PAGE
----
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First all-digital SAT exam, tough math section puts students to the test: ‘Worst one yet’

A person using a computer with inset of teacher pointing at smart board.
A person using a computer with inset of teacher pointing at smart board.

The test results might not be in yet but the verdicts are.

The first sitting for the new all-digital SAT exam took place on Saturday and put students to the test, many parents have reported.

One Brooklyn student, who already took two tests the old-fashioned way — with pencil and paper — called Saturday’s college admissions exam “the worst one yet.”

The College Board has introduced “digital adaptive testing” for the SAT, and the exam is designed to reduce stress for students. AP
The College Board has introduced “digital adaptive testing” for the SAT, and the exam is designed to reduce stress for students. AP

Another change to the test is that it is “adaptive,” meaning the difficulty of questions will change depending on how students performed in prior sections.

“I suspect it was much tougher for kids who do well on it because it is now an adaptive exam,” noted Ben Morden, a Manhattan representative to the Citywide Council on High Schools.

For others, it could skip questions that are too difficult, which has been slammed as a “dumbing down” of the 98-year-old test. The College Board insists students given easier questions won’t be disadvantaged.

The math section was said to have been the toughest for many, over the reading and writing portions.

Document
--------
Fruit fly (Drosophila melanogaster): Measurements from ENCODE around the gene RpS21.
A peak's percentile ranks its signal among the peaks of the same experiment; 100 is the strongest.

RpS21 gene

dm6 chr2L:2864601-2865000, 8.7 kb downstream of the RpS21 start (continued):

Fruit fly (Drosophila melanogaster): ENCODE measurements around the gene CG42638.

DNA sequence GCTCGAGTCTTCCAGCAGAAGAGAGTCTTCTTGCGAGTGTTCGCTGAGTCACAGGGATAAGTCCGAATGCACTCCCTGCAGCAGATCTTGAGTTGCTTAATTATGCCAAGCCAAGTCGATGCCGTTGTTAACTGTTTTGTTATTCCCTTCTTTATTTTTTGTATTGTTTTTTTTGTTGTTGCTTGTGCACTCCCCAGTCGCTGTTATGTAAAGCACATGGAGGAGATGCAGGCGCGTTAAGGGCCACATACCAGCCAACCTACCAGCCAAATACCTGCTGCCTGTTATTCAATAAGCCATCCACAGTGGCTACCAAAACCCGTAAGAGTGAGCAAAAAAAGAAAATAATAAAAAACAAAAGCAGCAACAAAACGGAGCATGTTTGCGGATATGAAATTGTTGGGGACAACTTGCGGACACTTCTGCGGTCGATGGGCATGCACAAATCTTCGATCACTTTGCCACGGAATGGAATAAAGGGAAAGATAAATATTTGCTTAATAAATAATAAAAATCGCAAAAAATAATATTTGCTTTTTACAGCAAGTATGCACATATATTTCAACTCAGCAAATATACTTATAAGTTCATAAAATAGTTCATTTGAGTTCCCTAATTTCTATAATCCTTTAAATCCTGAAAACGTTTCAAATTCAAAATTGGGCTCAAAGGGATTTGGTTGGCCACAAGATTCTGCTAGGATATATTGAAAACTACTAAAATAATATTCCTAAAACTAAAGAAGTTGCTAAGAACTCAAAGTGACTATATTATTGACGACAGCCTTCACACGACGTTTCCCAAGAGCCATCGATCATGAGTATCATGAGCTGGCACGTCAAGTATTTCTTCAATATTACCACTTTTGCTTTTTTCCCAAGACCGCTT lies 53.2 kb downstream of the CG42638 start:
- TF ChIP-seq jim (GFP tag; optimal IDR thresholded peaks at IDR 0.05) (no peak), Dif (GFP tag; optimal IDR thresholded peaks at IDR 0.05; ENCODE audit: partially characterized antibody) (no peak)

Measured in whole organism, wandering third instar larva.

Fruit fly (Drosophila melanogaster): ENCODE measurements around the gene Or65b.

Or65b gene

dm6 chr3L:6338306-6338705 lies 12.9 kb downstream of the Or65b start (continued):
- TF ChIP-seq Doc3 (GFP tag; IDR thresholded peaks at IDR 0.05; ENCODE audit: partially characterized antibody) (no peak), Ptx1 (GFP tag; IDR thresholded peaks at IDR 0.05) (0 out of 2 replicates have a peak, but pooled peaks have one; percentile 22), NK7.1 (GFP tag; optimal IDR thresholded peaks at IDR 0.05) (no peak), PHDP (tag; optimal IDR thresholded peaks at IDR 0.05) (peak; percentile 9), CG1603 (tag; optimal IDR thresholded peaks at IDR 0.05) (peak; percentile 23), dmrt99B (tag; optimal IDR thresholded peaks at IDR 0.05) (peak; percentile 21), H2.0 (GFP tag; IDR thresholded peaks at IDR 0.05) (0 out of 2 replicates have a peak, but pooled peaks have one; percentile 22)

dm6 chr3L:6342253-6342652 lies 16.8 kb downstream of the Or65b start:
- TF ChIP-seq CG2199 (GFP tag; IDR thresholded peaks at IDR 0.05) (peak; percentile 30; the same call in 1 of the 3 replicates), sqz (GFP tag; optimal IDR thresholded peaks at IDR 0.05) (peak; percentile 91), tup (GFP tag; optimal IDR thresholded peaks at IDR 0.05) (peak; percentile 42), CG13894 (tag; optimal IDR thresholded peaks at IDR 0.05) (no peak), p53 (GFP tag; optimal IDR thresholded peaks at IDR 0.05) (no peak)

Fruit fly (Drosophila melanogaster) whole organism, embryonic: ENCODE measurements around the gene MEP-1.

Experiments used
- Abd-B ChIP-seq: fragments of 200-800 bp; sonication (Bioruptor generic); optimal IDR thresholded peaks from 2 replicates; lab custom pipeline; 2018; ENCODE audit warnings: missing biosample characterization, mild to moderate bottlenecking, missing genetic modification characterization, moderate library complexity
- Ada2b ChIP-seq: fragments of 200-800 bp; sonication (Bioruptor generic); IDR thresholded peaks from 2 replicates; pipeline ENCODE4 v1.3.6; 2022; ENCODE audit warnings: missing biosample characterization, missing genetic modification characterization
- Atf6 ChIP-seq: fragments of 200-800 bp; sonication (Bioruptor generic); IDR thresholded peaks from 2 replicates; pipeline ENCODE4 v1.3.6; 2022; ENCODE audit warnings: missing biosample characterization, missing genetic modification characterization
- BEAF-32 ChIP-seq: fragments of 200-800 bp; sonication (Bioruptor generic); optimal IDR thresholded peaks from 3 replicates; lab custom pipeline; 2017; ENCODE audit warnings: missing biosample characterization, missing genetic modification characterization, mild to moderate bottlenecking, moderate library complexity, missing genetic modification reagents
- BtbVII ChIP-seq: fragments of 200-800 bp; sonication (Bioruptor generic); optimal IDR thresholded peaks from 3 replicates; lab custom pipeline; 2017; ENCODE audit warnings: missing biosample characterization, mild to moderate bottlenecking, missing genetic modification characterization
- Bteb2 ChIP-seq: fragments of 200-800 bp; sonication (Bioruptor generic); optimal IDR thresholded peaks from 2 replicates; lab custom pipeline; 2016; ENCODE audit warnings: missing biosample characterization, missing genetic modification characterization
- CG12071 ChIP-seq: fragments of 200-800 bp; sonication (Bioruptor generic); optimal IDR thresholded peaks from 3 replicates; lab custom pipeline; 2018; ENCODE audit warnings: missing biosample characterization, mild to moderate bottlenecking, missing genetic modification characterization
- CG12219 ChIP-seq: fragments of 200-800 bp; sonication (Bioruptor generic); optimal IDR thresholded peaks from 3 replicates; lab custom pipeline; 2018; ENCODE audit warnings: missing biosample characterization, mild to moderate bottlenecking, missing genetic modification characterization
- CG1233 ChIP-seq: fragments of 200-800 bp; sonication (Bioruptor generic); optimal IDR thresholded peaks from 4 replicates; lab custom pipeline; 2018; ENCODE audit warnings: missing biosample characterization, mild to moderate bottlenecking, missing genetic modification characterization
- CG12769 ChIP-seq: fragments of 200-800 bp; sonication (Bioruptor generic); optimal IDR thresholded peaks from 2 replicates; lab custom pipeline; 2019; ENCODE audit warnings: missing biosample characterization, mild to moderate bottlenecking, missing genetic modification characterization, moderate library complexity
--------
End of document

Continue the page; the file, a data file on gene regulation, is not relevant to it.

Another student called the reading and writing part “insane.”

The first fully digital SAT debuted on March 9. AP
The first fully digital SAT debuted on March 9. AP
Students who are given an easier go in the second portion of the SAT “won’t be disadvantaged,” according to the College Board. AP
Students who are given an easier go in the second portion of the SAT “won’t be disadvantaged,” according to the College Board. AP

“I practiced all the Bluebook tests and SAT Suite questions, but the real ones were more difficult,” she wrote in a Facebook page for digital test prep.

“I [didn’t] have enough time to check my answers and read all the questions.”

The exam is administered by the College Board, which says it has been designed to reduce stress. Other changes include a shorter test time — college hopefuls are given two hours and 14 minutes instead of three hours.

Students can now expect to get results in days instead of weeks.

The CCHS hopes to hold a public meeting with a College Board representative before the next test sitting for families to learn more about the new changes.